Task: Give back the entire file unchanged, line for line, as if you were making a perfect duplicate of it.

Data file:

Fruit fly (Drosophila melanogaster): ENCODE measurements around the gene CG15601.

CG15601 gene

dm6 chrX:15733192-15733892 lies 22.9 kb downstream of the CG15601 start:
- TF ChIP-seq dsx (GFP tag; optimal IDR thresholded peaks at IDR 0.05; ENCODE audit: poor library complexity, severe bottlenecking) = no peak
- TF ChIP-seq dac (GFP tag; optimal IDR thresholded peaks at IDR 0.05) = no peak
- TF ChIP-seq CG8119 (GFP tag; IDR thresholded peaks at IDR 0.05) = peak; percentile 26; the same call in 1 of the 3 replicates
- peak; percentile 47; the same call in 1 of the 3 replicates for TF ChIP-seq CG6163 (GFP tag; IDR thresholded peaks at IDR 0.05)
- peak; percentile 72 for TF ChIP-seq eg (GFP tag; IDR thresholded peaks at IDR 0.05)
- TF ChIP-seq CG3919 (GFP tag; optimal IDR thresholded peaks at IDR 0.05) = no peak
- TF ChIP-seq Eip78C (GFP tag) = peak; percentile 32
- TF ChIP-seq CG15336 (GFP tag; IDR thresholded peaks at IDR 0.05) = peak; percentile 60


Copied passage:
Fruit fly (Drosophila melanogaster): ENCODE measurements around the gene CG15601.

CG15601 gene

dm6 chrX:15733192-15733892 lies 22.9 kb downstream of the CG15601 start:
- TF ChIP-seq dsx (GFP tag; optimal IDR thresholded peaks at IDR 0.05; ENCODE audit: poor library complexity, severe bottlenecking) = no peak
- TF ChIP-seq dac (GFP tag; optimal IDR thresholded peaks at IDR 0.05) = no peak
- TF ChIP-seq CG8119 (GFP tag; IDR thresholded peaks at IDR 0.05) = peak; percentile 26; the same call in 1 of the 3 replicates
- peak; percentile 47; the same call in 1 of the 3 replicates for TF ChIP-seq CG6163 (GFP tag; IDR thresholded peaks at IDR 0.05)
- peak; percentile 72 for TF ChIP-seq eg (GFP tag; IDR thresholded peaks at IDR 0.05)
- TF ChIP-seq CG3919 (GFP tag; optimal IDR thresholded peaks at IDR 0.05) = no peak
- TF ChIP-seq Eip78C (GFP tag) = peak; percentile 32
- TF ChIP-seq CG15336 (GFP tag; IDR thresholded peaks at IDR 0.05) = peak; percentile 60